James ActonSilence is highly enriched uranium

I have to admit I’m quite surprised that my “long weekend“ post generated quite as much heated comment as it did. But that, I guess, is the pleasure of blogging on the Wonk.

Anyway, now for something completely different: highly enriched uranium (HEU) elimination. At a meeting in London a few weeks ago, a UK official said something I’d never heard before about HEU-fuelled submarine reactors. Discussing the issues surrounding the total elimination of HEU, the official said that he had received clearance to say that HEU-fuelled submarines have two advantages. First, they don’t need refuelling (which is widely known). Second, because the reactors are physically smaller they are quieter. I’d never heard this before but it certainly sounds plausible (although I’m not a reactor physicist).

This helps explain, I think, why the UK and US are as sensitive as they are about the issue eliminating HEU-fuelled naval reactors. Regardless of whether you think quietness is a good excuse for keeping them, the UK government deserves credit for explaining this and helping to inform the debate that little bit more.


  1. YardBird (History)

    Should I say simple conclusion here you must have missed.

    Lower enrichment implies larger bulk.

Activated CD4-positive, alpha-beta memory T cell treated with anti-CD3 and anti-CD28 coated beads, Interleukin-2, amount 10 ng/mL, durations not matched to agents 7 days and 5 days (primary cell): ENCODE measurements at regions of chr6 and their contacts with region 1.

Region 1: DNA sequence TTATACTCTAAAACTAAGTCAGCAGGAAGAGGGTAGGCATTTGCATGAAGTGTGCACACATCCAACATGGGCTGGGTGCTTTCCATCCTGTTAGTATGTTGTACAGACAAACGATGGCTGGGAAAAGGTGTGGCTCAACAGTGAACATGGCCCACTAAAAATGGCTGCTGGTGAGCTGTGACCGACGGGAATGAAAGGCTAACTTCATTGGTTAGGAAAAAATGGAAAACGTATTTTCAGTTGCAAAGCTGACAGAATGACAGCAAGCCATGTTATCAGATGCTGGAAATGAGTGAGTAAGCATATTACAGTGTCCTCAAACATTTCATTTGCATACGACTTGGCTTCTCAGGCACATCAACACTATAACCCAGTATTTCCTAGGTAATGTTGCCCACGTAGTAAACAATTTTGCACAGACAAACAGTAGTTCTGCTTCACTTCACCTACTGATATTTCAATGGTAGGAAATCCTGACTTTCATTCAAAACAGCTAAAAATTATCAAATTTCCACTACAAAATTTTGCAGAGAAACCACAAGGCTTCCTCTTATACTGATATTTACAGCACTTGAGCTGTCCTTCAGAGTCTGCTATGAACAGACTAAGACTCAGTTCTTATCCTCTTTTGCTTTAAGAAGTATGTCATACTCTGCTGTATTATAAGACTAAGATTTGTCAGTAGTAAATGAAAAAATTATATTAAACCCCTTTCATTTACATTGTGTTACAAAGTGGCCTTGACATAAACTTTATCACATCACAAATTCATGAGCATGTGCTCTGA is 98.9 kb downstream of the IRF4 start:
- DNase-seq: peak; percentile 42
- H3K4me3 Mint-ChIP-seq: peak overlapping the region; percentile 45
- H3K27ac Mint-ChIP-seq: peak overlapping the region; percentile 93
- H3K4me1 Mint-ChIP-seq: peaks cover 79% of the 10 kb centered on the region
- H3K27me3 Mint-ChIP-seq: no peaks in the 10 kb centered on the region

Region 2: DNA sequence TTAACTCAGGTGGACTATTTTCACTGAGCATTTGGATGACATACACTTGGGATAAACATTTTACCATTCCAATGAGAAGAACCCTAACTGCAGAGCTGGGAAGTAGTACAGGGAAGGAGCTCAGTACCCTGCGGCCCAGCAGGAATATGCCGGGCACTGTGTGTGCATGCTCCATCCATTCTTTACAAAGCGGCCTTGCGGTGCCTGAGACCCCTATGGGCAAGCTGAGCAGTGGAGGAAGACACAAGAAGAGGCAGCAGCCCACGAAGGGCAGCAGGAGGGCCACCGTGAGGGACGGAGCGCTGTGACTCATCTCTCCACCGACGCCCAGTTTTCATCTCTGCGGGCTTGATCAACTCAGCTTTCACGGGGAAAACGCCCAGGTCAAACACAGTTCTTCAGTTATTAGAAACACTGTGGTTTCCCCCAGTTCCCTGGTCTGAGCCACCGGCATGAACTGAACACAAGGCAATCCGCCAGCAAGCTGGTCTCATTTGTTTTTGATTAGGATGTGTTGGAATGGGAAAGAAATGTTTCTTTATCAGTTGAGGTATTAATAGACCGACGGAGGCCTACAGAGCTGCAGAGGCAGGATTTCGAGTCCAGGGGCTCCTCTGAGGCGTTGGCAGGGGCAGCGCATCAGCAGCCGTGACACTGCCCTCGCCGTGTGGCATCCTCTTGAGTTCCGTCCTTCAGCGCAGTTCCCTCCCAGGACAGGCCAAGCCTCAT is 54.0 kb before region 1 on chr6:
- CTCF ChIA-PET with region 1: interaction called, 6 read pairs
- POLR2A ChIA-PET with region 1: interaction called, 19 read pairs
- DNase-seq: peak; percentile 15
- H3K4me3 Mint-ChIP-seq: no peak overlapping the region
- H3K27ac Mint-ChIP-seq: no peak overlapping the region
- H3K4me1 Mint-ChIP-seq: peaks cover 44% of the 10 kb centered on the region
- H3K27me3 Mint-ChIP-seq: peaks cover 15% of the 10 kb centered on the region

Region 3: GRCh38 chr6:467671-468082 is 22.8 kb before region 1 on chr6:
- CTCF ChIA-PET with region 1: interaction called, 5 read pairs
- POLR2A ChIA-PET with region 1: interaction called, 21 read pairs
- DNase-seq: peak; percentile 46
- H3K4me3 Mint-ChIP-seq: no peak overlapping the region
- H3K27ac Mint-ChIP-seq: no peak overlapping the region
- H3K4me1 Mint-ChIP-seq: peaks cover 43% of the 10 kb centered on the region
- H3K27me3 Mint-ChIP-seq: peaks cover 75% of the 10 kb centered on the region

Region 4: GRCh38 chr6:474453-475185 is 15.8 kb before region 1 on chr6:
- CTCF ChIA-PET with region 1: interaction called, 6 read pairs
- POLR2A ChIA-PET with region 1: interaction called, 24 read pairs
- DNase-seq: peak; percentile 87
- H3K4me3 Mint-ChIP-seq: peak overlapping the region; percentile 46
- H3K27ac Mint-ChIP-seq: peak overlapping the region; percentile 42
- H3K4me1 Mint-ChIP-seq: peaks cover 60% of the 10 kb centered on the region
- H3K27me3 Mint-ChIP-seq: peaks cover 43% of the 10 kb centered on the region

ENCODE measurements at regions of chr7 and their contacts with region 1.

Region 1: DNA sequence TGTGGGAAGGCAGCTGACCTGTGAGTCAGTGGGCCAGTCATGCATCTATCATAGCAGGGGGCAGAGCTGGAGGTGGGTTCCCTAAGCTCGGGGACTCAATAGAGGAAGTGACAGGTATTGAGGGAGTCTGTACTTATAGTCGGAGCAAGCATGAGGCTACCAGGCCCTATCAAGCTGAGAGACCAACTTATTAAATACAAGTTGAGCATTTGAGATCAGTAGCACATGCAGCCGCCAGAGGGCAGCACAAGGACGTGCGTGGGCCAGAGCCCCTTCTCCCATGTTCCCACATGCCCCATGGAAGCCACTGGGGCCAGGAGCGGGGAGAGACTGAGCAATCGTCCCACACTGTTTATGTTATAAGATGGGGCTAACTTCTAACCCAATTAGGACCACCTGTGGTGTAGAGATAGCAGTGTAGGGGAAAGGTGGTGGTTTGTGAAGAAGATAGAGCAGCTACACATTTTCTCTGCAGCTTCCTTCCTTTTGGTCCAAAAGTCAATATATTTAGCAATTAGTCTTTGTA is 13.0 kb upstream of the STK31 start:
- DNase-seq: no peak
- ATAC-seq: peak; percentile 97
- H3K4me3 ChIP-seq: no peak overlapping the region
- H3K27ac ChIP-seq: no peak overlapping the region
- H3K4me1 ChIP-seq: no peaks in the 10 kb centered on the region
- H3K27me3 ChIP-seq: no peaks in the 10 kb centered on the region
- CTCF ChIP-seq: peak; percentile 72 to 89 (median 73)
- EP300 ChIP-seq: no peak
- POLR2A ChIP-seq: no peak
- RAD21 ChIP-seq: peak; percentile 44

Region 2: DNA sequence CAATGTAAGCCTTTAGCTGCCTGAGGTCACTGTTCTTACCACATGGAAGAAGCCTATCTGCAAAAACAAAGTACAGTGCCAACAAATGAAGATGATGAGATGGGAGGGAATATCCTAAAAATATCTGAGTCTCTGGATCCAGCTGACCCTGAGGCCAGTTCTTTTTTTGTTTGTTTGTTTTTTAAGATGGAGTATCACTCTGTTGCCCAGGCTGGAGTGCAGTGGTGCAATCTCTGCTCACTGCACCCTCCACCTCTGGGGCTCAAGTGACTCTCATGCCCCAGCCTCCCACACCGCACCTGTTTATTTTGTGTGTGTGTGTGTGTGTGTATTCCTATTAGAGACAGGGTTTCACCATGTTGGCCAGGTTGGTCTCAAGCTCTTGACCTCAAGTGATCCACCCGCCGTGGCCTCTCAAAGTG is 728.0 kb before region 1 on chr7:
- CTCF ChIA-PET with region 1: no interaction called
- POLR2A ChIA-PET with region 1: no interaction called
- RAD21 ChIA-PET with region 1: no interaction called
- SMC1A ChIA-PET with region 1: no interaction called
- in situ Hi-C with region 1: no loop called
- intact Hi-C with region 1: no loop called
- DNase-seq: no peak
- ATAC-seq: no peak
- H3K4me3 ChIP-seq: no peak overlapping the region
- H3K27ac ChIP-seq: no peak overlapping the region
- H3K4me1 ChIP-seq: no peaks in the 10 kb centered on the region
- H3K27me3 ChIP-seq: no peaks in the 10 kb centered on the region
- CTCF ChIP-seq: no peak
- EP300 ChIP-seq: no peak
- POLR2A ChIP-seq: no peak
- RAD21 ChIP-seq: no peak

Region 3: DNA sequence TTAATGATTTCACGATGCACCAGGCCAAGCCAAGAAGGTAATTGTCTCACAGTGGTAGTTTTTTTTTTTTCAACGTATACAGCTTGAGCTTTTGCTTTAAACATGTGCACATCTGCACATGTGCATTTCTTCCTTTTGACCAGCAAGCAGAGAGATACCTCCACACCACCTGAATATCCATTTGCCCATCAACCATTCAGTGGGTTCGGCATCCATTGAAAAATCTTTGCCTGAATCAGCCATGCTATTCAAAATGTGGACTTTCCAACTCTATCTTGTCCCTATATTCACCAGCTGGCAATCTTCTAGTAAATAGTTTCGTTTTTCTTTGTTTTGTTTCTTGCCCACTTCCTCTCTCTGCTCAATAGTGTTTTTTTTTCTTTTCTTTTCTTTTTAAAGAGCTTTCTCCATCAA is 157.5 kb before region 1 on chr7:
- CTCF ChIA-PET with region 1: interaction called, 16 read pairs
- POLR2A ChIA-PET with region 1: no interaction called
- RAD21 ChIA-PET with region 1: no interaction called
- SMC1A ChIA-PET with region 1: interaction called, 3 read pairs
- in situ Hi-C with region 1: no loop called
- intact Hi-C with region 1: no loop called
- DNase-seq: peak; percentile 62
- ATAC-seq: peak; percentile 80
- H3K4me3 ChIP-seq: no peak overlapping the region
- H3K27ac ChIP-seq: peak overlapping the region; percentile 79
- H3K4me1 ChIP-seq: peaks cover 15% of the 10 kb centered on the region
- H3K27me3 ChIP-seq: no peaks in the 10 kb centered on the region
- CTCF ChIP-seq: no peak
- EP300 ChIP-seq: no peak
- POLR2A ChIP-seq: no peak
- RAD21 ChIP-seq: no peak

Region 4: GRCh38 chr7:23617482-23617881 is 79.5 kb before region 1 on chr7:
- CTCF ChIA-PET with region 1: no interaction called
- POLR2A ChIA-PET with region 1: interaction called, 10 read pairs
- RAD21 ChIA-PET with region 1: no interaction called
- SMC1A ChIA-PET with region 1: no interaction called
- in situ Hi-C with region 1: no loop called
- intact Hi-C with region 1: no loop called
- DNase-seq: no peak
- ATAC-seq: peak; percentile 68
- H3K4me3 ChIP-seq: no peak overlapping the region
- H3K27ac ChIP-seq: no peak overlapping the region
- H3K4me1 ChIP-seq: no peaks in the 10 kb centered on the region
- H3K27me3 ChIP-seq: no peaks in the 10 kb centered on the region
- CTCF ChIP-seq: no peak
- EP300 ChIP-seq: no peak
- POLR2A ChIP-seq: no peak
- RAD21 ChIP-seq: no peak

More control rods and duplication of equipment, larger coolant pumps or more coolant loops.

    Physical size issues on a submarine which already has a cramped enough reactor compartment to work on making for complex maintenance.

    Just plain increased flow noises through the plant itself.

  2. James Acton (History)

    That was exactly why I said it was plausible. But as I’ve never worked on nuclear reactors I thought it prudent not to be too dogmatic…

  3. CKR (History)

    “Don’t need refuelling?” I suspect what was intended was more like “need refuelling less frequently.”

    Sorry, James, you’ll have to get a bit more educated on the science of these things. YardBird gives us the primary reason for high enrichment.

    Widely known? I suggest you google “submarine reactors refuelling” or some similar combination of words.

    Some of your readers actually have worked on nuclear reactors.

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